Govt firm on ‘equalisation levy’, CBDT empowers staff

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Published: June 4, 2020 2:10 AM

The levy is often referred to as ‘Google tax’ and is applied at the rate of 6% on payments for digital advertisement services received by non-resident companies without a permanent establishment (PE) here if these exceeded Rs 1 lakh a year.

The equalisation levy, meant to nullify the advantage of foreign e-commerce firms without physical presence in India over local competitors, came into effect in June 2016. The equalisation levy, meant to nullify the advantage of foreign e-commerce firms without physical presence in India over local competitors, came into effect in June 2016.

The Central Board of Direct Taxes (CBDT) on Saturday assigned jurisdiction to officers from its international tax division over assessees coming under the purview of ‘equalisation levy’ on e-commerce companies. Experts said the CBDT’s move is a sign that the government is moving ahead with the levy, which came into force on April 1, despite several representations from industry bodies on behalf of foreign companies calling for deferment of the tax due to the fear that the wide-ranging scope of the law may end up taxing even non-digital transactions, leading to possible double taxation.

“As the first due date for payment of equalisation levy is just a month away on July 7, the income tax authorities seem to be working steadily towards the implementation and chances of deferment look bleak,” Sandeep Jhunjhunwala, partner at Nangia Andersen, said.

Tax experts said the finance ministry was expected to defer the levy as it was unclear whether non-resident e-commerce operators need to have income tax registration in India for payment of levy, if tax would be levied on gross consideration or commission income for platform-based business models and corresponding exemption under the Income Tax Act to avoid double taxation.

The equalisation levy, meant to nullify the advantage of foreign e-commerce firms without physical presence in India over local competitors, came into effect in June 2016. The levy is often referred to as ‘Google tax’ and is applied at the rate of 6% on payments for digital advertisement services received by non-resident companies without a permanent establishment (PE) here if these exceeded Rs 1 lakh a year. Companies using these services are required to withhold the tax amount.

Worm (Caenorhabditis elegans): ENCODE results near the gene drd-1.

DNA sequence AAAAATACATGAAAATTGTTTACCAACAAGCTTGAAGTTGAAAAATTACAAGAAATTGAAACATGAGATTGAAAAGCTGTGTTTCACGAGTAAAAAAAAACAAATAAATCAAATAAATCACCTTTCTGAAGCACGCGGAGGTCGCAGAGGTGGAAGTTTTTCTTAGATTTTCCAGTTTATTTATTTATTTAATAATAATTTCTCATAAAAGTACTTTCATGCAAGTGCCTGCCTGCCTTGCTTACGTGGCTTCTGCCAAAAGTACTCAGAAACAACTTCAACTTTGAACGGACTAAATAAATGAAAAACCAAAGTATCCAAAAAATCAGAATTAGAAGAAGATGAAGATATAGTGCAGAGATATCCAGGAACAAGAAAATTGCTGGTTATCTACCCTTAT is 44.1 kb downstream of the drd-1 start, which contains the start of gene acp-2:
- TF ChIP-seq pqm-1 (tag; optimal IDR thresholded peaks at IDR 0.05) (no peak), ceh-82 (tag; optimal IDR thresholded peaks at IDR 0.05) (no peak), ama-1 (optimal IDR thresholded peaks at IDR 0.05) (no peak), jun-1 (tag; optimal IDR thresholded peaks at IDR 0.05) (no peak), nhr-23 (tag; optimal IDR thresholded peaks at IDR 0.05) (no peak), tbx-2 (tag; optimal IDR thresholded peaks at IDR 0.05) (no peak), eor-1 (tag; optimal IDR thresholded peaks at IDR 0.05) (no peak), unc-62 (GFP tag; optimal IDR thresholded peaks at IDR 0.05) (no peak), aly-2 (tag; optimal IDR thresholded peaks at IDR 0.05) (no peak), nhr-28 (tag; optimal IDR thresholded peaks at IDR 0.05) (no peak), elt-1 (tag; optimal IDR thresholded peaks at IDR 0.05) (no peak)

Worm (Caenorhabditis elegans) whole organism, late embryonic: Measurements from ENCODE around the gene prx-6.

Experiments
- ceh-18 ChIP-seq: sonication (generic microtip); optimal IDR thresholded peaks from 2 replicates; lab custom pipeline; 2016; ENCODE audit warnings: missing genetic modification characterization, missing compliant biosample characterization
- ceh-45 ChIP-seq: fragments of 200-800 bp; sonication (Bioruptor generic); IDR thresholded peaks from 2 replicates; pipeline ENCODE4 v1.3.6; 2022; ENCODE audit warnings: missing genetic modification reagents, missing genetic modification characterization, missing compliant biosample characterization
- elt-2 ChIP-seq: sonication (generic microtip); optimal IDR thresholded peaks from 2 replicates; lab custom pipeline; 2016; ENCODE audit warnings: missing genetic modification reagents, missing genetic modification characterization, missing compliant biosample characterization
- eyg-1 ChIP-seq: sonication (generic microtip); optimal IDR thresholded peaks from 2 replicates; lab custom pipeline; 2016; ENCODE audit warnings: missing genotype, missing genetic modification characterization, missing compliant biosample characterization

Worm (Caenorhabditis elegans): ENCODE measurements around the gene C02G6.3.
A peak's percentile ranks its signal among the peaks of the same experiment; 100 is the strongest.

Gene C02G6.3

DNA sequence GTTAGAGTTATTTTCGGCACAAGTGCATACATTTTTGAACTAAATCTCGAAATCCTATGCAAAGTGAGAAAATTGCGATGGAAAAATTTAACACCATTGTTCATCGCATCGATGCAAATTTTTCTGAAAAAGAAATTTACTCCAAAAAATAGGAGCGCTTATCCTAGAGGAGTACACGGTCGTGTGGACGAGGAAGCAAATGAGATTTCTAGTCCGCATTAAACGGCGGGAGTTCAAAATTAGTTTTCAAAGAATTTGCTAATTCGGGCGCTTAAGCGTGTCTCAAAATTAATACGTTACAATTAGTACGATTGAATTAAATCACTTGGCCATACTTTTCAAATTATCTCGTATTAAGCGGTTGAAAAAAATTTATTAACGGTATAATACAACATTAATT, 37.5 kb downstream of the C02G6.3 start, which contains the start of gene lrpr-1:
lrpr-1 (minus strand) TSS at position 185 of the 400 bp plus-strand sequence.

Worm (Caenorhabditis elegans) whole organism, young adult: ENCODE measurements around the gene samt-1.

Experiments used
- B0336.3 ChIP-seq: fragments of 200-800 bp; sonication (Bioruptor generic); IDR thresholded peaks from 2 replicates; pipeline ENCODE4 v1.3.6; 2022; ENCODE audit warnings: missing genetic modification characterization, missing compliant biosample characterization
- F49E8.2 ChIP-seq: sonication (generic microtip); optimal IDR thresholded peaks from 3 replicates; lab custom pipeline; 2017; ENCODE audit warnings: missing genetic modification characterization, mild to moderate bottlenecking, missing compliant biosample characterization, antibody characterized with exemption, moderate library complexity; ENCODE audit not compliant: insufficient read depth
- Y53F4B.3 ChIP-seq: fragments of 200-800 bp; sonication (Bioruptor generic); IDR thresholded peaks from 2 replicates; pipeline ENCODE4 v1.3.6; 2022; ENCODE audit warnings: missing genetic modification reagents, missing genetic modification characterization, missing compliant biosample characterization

Since then, the government has collected Rs 315 crore in FY17, and about Rs 700 crore and Rs 950 crore in the subsequent years via this tax. While there was no announcement in the Budget this year for the tax, it was introduced in the Finance Act to widen the scope.

While the Organisation for Economic Co-operation and Development (OECD) has been engaged in a multilateral approach to find a way to tax digital companies that don’t necessarily have physical presence in a jurisdiction, many countries have adopted some interim tax measure till global solution is reached.

While ‘permanent establishment’ or PE for any company is conventionally based on physical presence to decide the taxability, the definition has proved to be inadequate in the digital era where a non-resident company can generate substantial revenue without being physically present in a particular jurisdiction.

To overcome the inadequate definition of PE for digital services companies, the Finance Bill 2018 defined ‘significant economic presence’, which would determine ‘business connection’ of a company in India and whether it is liable to tax as a corporate entity and be covered under the rules of corporate taxation. However, these new concepts and definition will have to be agreed upon and codified in the relevant bilateral tax treaties before digital companies could become taxable as corporate entities, a government official said.

In the recent consultative paper released by OECD, it proposed to define new nexus independent of physical presence, but largely based on sales. The new nexus could have thresholds, including country-specific sales calibrated to ensure that jurisdictions with smaller economies can also benefit.

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